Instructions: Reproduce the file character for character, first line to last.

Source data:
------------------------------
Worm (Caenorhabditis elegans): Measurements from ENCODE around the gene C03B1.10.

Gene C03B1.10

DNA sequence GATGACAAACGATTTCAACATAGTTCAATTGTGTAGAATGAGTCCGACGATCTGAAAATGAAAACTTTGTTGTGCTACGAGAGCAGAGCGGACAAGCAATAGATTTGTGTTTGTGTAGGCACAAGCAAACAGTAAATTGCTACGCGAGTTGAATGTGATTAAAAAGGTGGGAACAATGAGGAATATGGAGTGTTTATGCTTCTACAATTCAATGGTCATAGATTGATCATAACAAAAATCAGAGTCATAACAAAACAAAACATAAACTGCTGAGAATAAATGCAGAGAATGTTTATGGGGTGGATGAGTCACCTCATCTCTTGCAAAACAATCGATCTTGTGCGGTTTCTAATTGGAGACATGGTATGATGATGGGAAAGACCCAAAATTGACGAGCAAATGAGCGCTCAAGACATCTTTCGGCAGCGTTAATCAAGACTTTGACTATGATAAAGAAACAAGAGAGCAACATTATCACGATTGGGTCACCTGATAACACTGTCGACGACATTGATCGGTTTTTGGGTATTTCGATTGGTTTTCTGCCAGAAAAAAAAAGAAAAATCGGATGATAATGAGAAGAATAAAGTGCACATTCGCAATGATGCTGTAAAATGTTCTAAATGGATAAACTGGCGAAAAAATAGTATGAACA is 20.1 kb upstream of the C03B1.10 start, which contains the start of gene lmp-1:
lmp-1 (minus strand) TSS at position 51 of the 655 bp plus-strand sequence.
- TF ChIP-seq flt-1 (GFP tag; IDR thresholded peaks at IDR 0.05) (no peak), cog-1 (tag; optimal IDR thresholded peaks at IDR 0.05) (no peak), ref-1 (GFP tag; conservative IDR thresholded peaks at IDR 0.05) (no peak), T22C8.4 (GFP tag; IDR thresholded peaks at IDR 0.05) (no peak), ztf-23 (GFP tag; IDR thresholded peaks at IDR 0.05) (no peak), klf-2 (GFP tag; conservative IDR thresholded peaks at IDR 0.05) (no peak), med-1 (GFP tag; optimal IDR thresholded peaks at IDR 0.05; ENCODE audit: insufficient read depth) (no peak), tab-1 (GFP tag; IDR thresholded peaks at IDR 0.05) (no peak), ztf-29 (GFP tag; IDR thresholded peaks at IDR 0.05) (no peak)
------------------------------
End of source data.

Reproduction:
Worm (Caenorhabditis elegans): Measurements from ENCODE around the gene C03B1.10.

Gene C03B1.10

DNA sequence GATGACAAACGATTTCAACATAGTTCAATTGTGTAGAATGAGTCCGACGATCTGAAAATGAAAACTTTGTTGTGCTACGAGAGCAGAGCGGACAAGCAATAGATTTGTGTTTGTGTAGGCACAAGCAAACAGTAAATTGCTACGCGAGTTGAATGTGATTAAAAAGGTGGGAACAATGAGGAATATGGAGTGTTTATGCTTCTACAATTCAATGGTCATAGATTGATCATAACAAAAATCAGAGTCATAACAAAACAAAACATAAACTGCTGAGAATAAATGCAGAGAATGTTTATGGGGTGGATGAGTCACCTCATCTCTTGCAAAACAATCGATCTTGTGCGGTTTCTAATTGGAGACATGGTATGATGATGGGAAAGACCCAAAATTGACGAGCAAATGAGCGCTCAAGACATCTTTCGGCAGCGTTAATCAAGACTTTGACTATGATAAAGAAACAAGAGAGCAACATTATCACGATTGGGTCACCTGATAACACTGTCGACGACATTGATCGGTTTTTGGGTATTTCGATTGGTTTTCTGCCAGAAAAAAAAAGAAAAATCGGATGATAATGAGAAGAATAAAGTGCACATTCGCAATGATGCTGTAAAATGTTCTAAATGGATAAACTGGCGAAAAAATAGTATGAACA is 20.1 kb upstream of the C03B1.10 start, which contains the start of gene lmp-1:
lmp-1 (minus strand) TSS at position 51 of the 655 bp plus-strand sequence.
- TF ChIP-seq flt-1 (GFP tag; IDR thresholded peaks at IDR 0.05) (no peak), cog-1 (tag; optimal IDR thresholded peaks at IDR 0.05) (no peak), ref-1 (GFP tag; conservative IDR thresholded peaks at IDR 0.05) (no peak), T22C8.4 (GFP tag; IDR thresholded peaks at IDR 0.05) (no peak), ztf-23 (GFP tag; IDR thresholded peaks at IDR 0.05) (no peak), klf-2 (GFP tag; conservative IDR thresholded peaks at IDR 0.05) (no peak), med-1 (GFP tag; optimal IDR thresholded peaks at IDR 0.05; ENCODE audit: insufficient read depth) (no peak), tab-1 (GFP tag; IDR thresholded peaks at IDR 0.05) (no peak), ztf-29 (GFP tag; IDR thresholded peaks at IDR 0.05) (no peak)